That makes the remarkable Haulbowline nearly 200 years old. Remarkable. Sitting out there on a rock that can rarely be seen. Battered by the waves. Strong currents racing past the base.

The tower was white until 1946. Now it is back to its natural stone.

Many other features have long gone. It seems a pity to many that they were not retained. The metal ball hoisted and lowered to indicate the tide level. The half-tide lantern displayed on the seaward side, halfway up. The red turning light. Explosive fog signals...

On 17 March 1965, Haulbowline had the dubious honour of becoming the first Irish major offshore light to be fully automated and remotely monitored and controlled from shore. The dataphonic system installed sent pre-recorded voice messages ashore by telephone about the status of the light and equipment. This was the beginning of the end of the lighthouse keeper.

Haulbowline in the past. Photographer unknownHaulbowline in the past. Photographer unknown

The fog signal sounded, and the light flashed if visibility was poor, day or night, back then.

The light still flashes three times every ten seconds. Still from a height of 32 metres in a tower 34 metres tall. But it is an LED now, range down to 10 nautical miles.

The fog signal is gone. It is missed by many.

Generators are no longer heard humming; now, a solar panel charges the batteries that provide power during the night.

Thankfully Haulbowline is still there and is listed. It is active. A monument to the past, but still capable of stirring up a strong sense of adventure and mystery today as it guides ships and guards the mouth of Carlingford Lough.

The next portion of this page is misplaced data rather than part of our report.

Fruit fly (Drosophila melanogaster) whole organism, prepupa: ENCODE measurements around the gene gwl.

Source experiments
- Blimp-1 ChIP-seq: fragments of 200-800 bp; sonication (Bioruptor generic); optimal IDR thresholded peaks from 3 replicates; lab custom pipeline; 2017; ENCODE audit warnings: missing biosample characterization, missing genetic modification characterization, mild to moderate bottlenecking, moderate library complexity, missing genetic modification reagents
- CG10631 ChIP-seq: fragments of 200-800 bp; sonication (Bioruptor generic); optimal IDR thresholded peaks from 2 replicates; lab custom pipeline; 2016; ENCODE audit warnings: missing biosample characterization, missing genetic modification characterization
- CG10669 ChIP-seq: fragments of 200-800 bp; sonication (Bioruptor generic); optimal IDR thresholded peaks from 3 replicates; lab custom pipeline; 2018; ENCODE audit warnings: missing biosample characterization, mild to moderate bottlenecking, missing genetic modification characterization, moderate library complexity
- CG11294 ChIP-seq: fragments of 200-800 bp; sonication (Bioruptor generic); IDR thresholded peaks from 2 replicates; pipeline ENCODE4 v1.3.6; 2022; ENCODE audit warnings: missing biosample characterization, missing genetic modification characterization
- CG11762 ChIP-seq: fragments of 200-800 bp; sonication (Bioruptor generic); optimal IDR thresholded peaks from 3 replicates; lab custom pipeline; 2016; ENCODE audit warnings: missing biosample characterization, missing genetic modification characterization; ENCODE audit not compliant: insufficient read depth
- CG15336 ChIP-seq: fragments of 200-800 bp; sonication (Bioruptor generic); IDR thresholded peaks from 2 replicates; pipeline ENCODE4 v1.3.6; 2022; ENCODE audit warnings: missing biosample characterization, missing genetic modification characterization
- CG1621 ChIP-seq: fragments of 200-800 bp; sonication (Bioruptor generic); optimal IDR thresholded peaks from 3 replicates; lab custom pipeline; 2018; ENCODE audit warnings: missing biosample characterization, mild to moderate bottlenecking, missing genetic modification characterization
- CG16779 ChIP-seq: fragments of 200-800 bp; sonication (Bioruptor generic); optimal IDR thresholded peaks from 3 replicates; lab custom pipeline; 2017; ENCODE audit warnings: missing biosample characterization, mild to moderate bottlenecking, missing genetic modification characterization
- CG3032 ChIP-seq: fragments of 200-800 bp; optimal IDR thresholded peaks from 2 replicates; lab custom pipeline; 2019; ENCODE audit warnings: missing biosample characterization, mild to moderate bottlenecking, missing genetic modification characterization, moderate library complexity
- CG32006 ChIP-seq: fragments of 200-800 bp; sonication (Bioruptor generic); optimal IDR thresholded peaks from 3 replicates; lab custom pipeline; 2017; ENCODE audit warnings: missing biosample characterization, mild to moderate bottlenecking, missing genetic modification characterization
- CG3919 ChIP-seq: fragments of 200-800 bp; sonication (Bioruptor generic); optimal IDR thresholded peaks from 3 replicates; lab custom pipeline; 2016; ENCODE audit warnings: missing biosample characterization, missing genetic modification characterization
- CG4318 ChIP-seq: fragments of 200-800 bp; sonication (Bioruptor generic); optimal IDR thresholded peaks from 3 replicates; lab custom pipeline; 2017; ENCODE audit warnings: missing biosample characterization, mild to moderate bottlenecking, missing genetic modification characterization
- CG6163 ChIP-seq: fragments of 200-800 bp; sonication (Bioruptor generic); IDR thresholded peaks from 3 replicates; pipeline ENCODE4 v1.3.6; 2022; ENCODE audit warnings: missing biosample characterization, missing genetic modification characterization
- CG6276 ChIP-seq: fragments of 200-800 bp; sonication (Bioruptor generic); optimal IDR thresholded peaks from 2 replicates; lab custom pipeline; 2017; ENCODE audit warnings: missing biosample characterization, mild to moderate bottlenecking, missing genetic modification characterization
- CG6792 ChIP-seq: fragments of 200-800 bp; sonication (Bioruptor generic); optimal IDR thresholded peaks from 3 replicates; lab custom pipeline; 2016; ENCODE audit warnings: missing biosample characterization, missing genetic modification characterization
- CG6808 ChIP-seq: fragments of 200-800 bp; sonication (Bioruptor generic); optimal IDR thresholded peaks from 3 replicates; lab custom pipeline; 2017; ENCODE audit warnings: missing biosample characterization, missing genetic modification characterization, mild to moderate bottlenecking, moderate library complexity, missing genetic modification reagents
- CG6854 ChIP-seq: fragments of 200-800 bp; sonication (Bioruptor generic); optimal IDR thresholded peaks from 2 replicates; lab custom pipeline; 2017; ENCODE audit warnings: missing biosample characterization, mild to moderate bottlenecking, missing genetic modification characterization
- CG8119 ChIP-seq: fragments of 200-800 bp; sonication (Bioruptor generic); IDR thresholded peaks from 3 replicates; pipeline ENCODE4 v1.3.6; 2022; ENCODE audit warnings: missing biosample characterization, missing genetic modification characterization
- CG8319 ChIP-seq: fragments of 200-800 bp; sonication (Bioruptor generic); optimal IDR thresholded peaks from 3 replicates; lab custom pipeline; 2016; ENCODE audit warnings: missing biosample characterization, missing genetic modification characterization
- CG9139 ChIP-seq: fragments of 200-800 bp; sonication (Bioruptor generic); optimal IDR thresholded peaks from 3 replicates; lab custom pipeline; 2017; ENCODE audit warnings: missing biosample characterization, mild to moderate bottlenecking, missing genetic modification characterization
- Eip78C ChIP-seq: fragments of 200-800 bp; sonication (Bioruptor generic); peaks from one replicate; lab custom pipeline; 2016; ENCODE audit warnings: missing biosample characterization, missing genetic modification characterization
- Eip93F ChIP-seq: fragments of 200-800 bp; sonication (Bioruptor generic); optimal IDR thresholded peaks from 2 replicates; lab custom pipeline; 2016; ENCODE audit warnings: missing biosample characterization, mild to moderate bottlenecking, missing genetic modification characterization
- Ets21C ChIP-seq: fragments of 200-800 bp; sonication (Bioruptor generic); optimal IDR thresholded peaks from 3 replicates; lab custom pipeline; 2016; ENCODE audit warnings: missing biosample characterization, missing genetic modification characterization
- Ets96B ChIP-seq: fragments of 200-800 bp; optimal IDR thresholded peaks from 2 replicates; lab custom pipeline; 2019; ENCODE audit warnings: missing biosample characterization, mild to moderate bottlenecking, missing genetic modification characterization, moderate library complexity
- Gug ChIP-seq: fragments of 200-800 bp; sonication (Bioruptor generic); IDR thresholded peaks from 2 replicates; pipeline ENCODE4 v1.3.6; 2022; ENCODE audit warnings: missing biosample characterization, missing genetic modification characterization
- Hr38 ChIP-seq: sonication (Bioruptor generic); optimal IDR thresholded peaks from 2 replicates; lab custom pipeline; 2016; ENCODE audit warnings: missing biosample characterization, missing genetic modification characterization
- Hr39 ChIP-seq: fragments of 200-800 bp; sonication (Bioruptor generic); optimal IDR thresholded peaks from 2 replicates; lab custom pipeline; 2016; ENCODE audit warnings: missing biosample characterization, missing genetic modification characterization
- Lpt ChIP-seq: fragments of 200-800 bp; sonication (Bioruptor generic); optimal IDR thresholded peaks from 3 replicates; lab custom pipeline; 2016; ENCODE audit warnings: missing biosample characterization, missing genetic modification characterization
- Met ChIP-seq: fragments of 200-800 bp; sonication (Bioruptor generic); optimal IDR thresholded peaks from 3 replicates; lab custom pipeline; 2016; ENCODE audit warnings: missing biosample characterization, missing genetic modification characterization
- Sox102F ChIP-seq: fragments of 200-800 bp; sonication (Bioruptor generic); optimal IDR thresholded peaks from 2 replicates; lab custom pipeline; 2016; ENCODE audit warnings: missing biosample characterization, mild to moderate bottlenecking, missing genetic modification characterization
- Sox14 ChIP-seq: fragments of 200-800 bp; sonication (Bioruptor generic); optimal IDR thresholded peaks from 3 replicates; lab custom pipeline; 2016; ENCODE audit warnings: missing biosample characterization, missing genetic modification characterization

Kiwi Lee Maginnis lives in the countryside of Northern Ireland likes the outdoors, wildlife and sport. He has a keen interest in the sea and the environment. 

Published in Lighthouses

The summer season sees Carlingford Lough Ferry kicking off with the launch of its passenger 'cruise' schedule.

As Dundalk Democrat writes, last week dates were released for their June Sunset cruises, which commences this Saturday June 12th and tickets are already being snapped up.

Carlingford Lough is an area of outstanding natural beauty, and is at its most beautiful as the sun sets over the Cooley Peninsula and the majestic Mourne Mountains.

These new sunset lough cruises are specifically designed to offer customers the opportunity to take a safe and socially distanced cruise on the iconic Carlingford Lough.

While onboard (Aisling Gabrielle), passengers will enjoy a fascinating audio tour, that will offer insights into the myths and legends of this majestic Lough, its formation as a glacial fjord, and its abundance of wildlife and bird life, in addition to live music and entertainment.